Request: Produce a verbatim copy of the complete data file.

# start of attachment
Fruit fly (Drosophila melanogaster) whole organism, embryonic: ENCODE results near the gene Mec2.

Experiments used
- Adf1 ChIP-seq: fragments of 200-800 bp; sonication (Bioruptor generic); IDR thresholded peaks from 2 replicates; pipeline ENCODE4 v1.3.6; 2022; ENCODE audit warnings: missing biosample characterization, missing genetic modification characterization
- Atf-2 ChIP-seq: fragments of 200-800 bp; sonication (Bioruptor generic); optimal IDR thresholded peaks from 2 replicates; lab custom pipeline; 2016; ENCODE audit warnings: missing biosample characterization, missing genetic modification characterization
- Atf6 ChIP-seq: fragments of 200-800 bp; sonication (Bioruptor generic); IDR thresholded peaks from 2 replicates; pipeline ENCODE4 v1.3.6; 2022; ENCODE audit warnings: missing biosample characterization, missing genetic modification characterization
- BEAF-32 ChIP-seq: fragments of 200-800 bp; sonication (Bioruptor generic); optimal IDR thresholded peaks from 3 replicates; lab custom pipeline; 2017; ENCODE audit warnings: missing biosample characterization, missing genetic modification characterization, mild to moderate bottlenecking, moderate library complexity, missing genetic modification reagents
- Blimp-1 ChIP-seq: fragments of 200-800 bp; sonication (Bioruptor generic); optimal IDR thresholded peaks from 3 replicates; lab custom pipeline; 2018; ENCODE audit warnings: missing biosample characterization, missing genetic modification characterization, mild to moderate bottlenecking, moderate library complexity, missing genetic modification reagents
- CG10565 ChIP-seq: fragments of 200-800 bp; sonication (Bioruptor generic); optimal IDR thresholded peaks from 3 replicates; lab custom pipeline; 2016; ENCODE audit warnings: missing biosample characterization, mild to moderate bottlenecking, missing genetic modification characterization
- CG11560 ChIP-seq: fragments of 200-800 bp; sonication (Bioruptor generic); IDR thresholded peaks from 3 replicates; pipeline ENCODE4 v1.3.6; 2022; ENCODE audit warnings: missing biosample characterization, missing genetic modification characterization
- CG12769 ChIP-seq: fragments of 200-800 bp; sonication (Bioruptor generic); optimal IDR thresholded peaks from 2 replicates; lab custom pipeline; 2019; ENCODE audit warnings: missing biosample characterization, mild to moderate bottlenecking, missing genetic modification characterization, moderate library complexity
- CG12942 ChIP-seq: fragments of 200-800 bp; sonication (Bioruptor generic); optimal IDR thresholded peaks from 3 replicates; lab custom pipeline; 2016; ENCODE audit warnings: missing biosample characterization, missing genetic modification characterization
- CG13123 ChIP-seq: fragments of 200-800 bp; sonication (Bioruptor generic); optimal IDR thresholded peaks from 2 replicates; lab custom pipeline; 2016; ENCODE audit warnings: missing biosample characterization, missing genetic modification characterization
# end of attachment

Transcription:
Fruit fly (Drosophila melanogaster) whole organism, embryonic: ENCODE results near the gene Mec2.

Experiments used
- Adf1 ChIP-seq: fragments of 200-800 bp; sonication (Bioruptor generic); IDR thresholded peaks from 2 replicates; pipeline ENCODE4 v1.3.6; 2022; ENCODE audit warnings: missing biosample characterization, missing genetic modification characterization
- Atf-2 ChIP-seq: fragments of 200-800 bp; sonication (Bioruptor generic); optimal IDR thresholded peaks from 2 replicates; lab custom pipeline; 2016; ENCODE audit warnings: missing biosample characterization, missing genetic modification characterization
- Atf6 ChIP-seq: fragments of 200-800 bp; sonication (Bioruptor generic); IDR thresholded peaks from 2 replicates; pipeline ENCODE4 v1.3.6; 2022; ENCODE audit warnings: missing biosample characterization, missing genetic modification characterization
- BEAF-32 ChIP-seq: fragments of 200-800 bp; sonication (Bioruptor generic); optimal IDR thresholded peaks from 3 replicates; lab custom pipeline; 2017; ENCODE audit warnings: missing biosample characterization, missing genetic modification characterization, mild to moderate bottlenecking, moderate library complexity, missing genetic modification reagents
- Blimp-1 ChIP-seq: fragments of 200-800 bp; sonication (Bioruptor generic); optimal IDR thresholded peaks from 3 replicates; lab custom pipeline; 2018; ENCODE audit warnings: missing biosample characterization, missing genetic modification characterization, mild to moderate bottlenecking, moderate library complexity, missing genetic modification reagents
- CG10565 ChIP-seq: fragments of 200-800 bp; sonication (Bioruptor generic); optimal IDR thresholded peaks from 3 replicates; lab custom pipeline; 2016; ENCODE audit warnings: missing biosample characterization, mild to moderate bottlenecking, missing genetic modification characterization
- CG11560 ChIP-seq: fragments of 200-800 bp; sonication (Bioruptor generic); IDR thresholded peaks from 3 replicates; pipeline ENCODE4 v1.3.6; 2022; ENCODE audit warnings: missing biosample characterization, missing genetic modification characterization
- CG12769 ChIP-seq: fragments of 200-800 bp; sonication (Bioruptor generic); optimal IDR thresholded peaks from 2 replicates; lab custom pipeline; 2019; ENCODE audit warnings: missing biosample characterization, mild to moderate bottlenecking, missing genetic modification characterization, moderate library complexity
- CG12942 ChIP-seq: fragments of 200-800 bp; sonication (Bioruptor generic); optimal IDR thresholded peaks from 3 replicates; lab custom pipeline; 2016; ENCODE audit warnings: missing biosample characterization, missing genetic modification characterization
- CG13123 ChIP-seq: fragments of 200-800 bp; sonication (Bioruptor generic); optimal IDR thresholded peaks from 2 replicates; lab custom pipeline; 2016; ENCODE audit warnings: missing biosample characterization, missing genetic modification characterization